Continuing the interpretation of the null discussion! Last day was interpreting the null when one found a reaction to a disclosure. Today, the opposite.
Case 2. Managers do not react in real operations to a information disclosure that they knew but is new information to the market. You predict managers would react to the disclosure, but you found they did not. In other words you cannot reject the null. Beyond the danger of interpreting any null result, let’s ensure we understand the null hypothesis fully.
Embedded in the null is that the disclosure does not affect managers decisions. But there is more! Also embedded in the null is that the required disclosure was too vague, too hidden, too new to affect managers decisions. In other words the regulation did not really focus attention of either third parties or the managers themselves of the fact new information to the market is being disclosed.
That is, all disclosures are not created equal ( I thought we were well beyond the naive EMH world where any public disclosure of information no matter how vague and obscure must affect decisions due to market magic!). Hence another interpretation of the null is that nothing happened due to too weak of a disclosure regulation so that managers feel no difference in accountability due to the vague or hidden disclosure.
In both cases the policy prescriptions differ depending how you interpret the null. In last post’s Case 1, misunderstanding the null could cause you to recommend disclosure must happen or managers would not use the new information. Maybe they would not, but maybe they would. In Case 2, you could conclude disclosure is not effective, so get rid of the disclosure. But you cannot rule out that the regulatory invention was too weak , vague or unclear in it current form but higher quality disclosure could change managers actions. Hence, the another solution is more effective disclosure. The opposite of the first null conclusion! And again as in case 1, the researcher cannot tell the difference!
A little geek talk about understands what the null hypothesis means in a couple of common research settings. One of my longer blog posts.
When an audit or financial accounting researcher studies a mandatory disclosure regulation it is important to think about what is the null. The alternative hypothesis is simple, there is a reaction to the disclosure.
Case 1. You find the disclosure of new information to both markets and to managers affects real operations of the firm. In other words the null is rejected. What did you reject?
The null is NOT no disclosure would not affect real operations. If the new information is insightful to managers, whether they disclose it or not, they might use it in their operating decisions. Hence, the null is that the disclosure of new information to both market and managers does not affect operating decisions, which is quite different from disclosure of new information to managers but not to the public means no effects on operating decisions! The problem is that without the disclosure-being made, or researcher inside access to the firm, is that the researcher cannot tell the difference between the two possible nulls! Read this slowly to fully appreciate the difference.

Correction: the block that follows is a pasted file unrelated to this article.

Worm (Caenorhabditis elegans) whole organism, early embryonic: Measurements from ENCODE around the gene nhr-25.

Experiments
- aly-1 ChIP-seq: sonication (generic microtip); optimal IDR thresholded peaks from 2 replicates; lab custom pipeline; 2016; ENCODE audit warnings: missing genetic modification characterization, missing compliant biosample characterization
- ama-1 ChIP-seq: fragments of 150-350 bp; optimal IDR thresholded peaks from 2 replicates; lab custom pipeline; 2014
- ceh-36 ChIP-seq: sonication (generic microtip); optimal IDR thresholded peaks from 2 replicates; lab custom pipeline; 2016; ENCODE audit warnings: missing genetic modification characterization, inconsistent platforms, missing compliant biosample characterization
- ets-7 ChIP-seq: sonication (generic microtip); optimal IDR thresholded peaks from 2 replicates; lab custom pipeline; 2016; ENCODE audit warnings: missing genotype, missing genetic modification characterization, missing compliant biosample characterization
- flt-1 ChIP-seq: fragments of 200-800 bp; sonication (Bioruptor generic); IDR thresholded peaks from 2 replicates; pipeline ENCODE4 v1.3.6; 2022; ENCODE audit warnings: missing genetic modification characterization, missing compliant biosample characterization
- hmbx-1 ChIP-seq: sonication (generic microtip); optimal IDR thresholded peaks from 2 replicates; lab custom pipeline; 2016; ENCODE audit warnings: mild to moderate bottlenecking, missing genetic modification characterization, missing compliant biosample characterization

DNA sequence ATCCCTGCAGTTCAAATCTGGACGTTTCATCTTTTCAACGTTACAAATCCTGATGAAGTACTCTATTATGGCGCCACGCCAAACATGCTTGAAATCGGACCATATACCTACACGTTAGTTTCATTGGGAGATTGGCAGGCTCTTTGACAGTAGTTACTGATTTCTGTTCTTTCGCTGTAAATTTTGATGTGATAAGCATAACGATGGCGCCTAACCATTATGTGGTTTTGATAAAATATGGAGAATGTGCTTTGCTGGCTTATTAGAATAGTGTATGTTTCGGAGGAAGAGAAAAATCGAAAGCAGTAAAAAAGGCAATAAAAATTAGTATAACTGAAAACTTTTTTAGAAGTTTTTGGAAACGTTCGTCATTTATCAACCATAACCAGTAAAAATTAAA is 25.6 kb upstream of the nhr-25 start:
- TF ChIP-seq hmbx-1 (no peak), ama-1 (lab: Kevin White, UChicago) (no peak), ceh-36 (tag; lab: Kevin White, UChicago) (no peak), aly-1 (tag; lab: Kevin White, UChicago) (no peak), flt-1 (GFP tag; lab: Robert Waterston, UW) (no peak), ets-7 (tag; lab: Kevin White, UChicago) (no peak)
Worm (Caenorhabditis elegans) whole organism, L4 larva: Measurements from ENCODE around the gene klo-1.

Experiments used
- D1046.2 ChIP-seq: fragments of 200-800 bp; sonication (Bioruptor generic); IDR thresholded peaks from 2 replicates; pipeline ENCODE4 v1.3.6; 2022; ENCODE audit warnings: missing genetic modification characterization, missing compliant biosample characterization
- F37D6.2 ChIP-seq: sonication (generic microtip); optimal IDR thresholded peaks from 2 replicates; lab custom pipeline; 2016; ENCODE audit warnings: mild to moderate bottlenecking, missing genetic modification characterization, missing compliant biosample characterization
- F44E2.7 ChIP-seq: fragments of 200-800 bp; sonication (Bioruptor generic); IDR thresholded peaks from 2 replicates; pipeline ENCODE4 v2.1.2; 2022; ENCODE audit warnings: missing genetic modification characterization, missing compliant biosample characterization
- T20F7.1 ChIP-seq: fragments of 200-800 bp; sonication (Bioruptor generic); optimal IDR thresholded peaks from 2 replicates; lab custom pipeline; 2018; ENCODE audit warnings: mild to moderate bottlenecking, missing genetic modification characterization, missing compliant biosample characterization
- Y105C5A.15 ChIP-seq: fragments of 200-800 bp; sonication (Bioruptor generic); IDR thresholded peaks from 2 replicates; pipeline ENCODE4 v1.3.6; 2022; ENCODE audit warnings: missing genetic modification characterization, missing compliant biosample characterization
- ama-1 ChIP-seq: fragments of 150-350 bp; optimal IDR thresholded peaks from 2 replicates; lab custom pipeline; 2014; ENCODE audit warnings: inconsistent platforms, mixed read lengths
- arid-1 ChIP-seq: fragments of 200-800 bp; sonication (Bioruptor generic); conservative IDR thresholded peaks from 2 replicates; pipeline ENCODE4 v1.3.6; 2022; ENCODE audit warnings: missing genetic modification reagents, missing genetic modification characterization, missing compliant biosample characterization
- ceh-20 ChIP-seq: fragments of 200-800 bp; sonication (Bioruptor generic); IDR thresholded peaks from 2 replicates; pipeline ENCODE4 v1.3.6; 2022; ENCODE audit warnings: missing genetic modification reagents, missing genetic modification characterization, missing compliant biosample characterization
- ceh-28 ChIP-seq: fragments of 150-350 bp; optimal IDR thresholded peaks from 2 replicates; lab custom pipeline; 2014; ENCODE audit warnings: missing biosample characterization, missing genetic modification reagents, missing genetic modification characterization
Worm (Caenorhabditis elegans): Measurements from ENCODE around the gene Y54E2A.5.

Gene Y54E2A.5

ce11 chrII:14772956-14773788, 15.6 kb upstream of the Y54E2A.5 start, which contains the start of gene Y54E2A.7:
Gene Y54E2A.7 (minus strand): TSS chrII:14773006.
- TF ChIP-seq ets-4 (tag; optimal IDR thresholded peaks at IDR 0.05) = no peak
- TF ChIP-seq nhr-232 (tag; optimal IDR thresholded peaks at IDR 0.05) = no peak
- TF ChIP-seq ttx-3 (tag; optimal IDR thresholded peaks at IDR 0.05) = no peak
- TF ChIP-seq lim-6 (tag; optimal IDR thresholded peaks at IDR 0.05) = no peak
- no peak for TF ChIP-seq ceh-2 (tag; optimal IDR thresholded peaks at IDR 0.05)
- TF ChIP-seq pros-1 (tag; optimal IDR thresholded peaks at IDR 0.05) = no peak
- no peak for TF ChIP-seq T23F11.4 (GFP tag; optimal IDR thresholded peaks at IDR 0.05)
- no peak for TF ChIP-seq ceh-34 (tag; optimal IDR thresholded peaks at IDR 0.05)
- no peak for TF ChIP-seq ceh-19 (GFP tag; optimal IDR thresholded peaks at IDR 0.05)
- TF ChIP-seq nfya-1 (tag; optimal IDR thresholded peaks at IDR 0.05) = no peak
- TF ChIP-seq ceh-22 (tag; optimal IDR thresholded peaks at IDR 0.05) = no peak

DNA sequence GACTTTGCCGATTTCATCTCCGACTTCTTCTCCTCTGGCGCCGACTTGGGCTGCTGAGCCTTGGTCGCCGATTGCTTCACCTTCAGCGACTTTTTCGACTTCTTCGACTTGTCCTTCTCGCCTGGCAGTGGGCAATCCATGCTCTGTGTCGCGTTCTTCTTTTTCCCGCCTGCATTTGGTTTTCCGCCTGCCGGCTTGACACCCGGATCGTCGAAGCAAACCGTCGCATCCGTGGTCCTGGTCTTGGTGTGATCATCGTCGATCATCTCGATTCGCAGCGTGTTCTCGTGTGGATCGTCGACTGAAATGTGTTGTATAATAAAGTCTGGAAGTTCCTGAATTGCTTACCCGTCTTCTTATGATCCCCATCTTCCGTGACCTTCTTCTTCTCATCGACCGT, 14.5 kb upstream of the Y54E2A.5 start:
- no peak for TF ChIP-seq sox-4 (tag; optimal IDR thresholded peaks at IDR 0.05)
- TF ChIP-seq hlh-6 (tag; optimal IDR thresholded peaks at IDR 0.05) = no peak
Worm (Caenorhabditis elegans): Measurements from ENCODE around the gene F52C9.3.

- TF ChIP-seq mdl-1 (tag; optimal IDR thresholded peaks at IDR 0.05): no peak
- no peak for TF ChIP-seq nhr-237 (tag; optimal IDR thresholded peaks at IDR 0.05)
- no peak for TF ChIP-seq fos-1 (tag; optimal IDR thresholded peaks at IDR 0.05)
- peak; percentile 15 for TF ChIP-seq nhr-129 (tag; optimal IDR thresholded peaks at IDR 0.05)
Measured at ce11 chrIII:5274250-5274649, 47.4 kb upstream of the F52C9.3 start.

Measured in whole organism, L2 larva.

In Case 1, misunderstanding the null could cause you to recommend disclosure must happen or managers would not use the new information. Maybe they would not, but maybe they would still use it in managing! The problem is that the researcher without inside access can not tell unless the disclosure is made! Next day, what if you find no effect?
The American Accounting Association press release bandwagon has hit again! A young author team eager for recognition of their work okays a press release that is a great overstatement of what they report in the actual article!
1. Incentives of the publicity person – get coverage in media. To heck with accuracy as long as it is correct from a 30000 foot level (a little less than 10000 m)
2. Incentives of author – recognition for research impact.
The most populist interpretation possible of the article’s results! Any nuance is lost! But it gets great coverage.
While it is tough to do, it is the responsibility of the academic authors to ensure that the conclusion they reached in the article is reflected in the press release! Using the old Nancy Regan quote, it is okay to Just Say No!
I have consistently advised the powers that be that their hiring an “expert” and then leaving it to the authors to deal with the PR guy will at some point lead to a great black eye for the AAA. It has not happened yet, but it will. You read it here first!